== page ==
But even limiting the matter to welfare the fact is we have a vast welfare system, to which immigrants are entitled. I do recall a recent post, possibly also by Perry, the gist of which was “No Compromises ! We must ignore tactical opportunities and alliances in the wars between the statists ! La lutta continua !” Which is fine. But it doesn’t tell us whether a state with a lavish welfare system and unrestricted immigration is closer to or further from the libertarian ideal than a state with a lavish welfare system and restricted immigration.

  • Snorri Godhi

    RRS:
    Do not The Powers of the “State” exist because of the functions assigned or defaulted to the “State?”

    The short answer is…yes and no.
    My Machiavellian view is as follows:
    The powers of the State exist because the ruling class could grab them. The ruling class had the power to grab more power, if you wish.
    The functions “assigned” to the State are just pieces of paper giving a veneer of legitimacy to the powers of the ruling class.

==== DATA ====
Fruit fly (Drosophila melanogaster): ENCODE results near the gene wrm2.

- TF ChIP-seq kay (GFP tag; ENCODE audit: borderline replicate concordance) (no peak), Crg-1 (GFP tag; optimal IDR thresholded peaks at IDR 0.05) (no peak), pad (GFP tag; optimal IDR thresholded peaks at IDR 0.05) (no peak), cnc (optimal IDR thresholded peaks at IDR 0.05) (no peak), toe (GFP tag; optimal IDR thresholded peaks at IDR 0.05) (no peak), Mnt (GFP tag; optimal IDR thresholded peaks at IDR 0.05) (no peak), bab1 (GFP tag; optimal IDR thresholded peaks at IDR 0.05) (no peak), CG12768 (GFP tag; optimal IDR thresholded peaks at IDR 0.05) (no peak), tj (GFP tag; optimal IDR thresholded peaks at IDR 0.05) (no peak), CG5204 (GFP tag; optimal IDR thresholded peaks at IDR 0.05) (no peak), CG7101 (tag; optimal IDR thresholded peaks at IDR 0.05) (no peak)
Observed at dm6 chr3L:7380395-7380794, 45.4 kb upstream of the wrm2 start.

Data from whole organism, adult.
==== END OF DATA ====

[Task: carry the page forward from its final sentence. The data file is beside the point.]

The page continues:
Thus, the “first principle” of libertarianism – Limitation of the Functions of Governments- is a “TINA” (Thatcherism).

    Sorry, i don’t get it. The acronym, i mean.

  • One is reluctant to let practicality intrude on discussions of high libertarian theology, but this sort of libertarianism is like the democracy of 1960s Africa.

    Google away to your heart’s content, you will be hard pressed to find me suggesting that.

    Indeed I am disliked in some libertarian circles for my lack compunction when it comes to dropping bombs on people based on their intent and capabilities alone. My basic notion is that a wise libertarian does as Solo did… he shoots first… when the other guy or army of other guys… clearly have ill intent. I have no truck with the suicidal wing of libertarian theorists.